They say that 80% of all major business decisions are made over meals--in social situations. Why is that?
Well, my lone opinion is that, at our base, we're all just human. That is what I would like to talk about today: the "human-ness" of our industry. The purpose of this post is education: so new authors can learn from previous authors and avoid similar missteps.
It seems authors, more than any other trade, would have a firm grasp on the fact that everyone around them is human--every person has a backstory and motives, flaws and brilliance. It also seems intuitive that they would understand that people develop impressions and biases, then act on them.
Everyone--managers, customers, sales reps, businesses, fans, bloggers, booksellers, whoever.
As an author wanting to make money off of retailer support and reader fanships, it is important to take a personal inventory of yourself and make sure you're coming across the way you would like to be perceived. My cousin was the Miss Utah traveling companion for the Miss America pageant for several years and now works in the near-opposite arena of women's section of the Salt Lake County jail. She says, "It's not aboout how you look, it's about how people look at you."
People, whether icons of beauty or convicts, aim to be perceived a certain way as they walk through life. Beauties may aim to be adored while convicts aim to be feared. It the difference between paying for a nose job and tattooing hate symbols on your body.
As authors, how do you want to be perceived? And are you making proactive moves to get the looks you want?
The reason I bring this up (with such a long preamble) is that I want to make it perfectly clear that authors are individuals who are seen and remembered. Customers, retailers, and corporations are watching and they may judge you based on a single exposure.
The feedback I get about most of you is phenomenal, with very few calls of complaint. Yay! To keep it that way, I'm going to paraphrase some negative retailer and author comments below to show how authors sabotage themselves and create negative impressions. A negative impression doesn't mean that the author has no more chances at anything and are doomed, doomed, doomed! What it does mean is that what they did will be referenced in future conversations by retailers as a concern that must be addressed.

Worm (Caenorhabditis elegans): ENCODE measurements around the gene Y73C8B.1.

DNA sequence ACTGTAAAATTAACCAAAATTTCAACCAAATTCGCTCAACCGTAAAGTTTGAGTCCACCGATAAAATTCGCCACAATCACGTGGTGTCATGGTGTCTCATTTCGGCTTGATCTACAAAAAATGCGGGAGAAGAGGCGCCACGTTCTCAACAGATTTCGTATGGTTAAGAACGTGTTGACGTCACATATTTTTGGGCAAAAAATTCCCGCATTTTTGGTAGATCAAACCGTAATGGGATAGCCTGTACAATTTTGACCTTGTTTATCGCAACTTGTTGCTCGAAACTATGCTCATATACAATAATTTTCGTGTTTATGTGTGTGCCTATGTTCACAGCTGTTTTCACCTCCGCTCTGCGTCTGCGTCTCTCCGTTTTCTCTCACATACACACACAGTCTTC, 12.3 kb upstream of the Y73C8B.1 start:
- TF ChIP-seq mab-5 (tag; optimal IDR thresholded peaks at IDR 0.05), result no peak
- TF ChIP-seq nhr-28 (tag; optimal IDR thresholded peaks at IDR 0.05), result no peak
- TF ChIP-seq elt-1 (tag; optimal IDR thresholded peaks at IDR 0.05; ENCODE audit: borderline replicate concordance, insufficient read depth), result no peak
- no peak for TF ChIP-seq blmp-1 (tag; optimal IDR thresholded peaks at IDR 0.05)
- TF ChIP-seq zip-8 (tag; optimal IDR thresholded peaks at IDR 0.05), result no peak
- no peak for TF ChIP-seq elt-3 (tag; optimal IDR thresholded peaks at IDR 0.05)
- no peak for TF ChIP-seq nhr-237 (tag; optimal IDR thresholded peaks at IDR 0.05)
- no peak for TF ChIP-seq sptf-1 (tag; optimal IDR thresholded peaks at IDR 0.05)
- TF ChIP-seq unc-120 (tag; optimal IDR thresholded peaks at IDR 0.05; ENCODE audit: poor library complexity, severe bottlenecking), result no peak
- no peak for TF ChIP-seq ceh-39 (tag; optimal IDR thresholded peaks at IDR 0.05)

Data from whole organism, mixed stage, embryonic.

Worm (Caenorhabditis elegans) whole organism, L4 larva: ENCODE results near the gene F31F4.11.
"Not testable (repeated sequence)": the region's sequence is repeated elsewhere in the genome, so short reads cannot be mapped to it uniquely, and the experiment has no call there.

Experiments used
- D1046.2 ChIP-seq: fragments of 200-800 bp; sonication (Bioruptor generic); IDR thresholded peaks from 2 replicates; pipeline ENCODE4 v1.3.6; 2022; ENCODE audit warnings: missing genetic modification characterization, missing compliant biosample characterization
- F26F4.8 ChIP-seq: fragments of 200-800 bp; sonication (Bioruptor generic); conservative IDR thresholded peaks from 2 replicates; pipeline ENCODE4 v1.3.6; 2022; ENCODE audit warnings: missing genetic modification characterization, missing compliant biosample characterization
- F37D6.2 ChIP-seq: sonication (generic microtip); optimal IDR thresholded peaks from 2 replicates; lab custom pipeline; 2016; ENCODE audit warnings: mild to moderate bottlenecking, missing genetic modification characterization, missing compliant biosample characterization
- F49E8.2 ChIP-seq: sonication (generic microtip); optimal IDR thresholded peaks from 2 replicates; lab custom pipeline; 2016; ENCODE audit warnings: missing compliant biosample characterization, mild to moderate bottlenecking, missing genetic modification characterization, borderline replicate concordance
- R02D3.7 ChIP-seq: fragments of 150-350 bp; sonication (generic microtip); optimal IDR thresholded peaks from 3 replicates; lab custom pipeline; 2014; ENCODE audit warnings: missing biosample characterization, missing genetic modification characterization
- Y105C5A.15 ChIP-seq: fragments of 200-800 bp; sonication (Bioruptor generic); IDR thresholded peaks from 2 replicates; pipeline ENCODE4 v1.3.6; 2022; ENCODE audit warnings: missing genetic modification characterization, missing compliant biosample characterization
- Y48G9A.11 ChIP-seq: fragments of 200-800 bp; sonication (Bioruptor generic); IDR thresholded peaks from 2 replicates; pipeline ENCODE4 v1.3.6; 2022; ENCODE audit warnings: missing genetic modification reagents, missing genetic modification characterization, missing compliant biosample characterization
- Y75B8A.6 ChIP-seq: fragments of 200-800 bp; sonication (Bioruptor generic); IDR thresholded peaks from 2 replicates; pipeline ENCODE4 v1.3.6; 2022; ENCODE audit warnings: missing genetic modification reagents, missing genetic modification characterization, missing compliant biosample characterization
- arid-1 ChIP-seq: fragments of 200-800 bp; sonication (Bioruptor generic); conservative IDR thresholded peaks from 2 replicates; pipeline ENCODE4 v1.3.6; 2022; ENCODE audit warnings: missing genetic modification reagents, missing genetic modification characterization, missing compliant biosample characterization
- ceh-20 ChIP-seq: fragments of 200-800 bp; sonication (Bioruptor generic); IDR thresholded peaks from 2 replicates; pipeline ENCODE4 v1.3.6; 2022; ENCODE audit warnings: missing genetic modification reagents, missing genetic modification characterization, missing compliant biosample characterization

Here are actual situations with Cedar Fort authors:
Retailer to me: "Don't as me about (author) again. All he did last night was play on his iPhone. He didn't even make eye contact with people as they came by." (Obviously a dramatic case, but in this instance he was at a chain retailer and this person reported this action to all the other regional managers in their weekly meeting. This author has not been scheduled by anyone in the chain since).
Author to me: "At the (store), their positioning is horrible. They had me back in a corner where no one went and said I could move around the store, but I didn't want to leave the area unless someone came. I pulled the manager aside before I left and let him know that it was a horrible place to put authors and I wouldn't come back again unless he put me near the front." (The author has a valid point here. Being in heavy traffic is better. They also pointed out that they were free to move about and even encouraged to introduce themselves. Instead, the author chooses park in the back, get annoyed and then crticize the host. Do you walk into a stranger's house and tell them the furniture is all wrong and you won't come back unless they do X, Y, and Z? Even if you do that in real life, try not to do it as your author persona. You can take notes and asked to be placed somewhere specific on your next visit, but managers--since they are human--usually don't respond well to ultimatums. You need them more than they need you, and they know it.)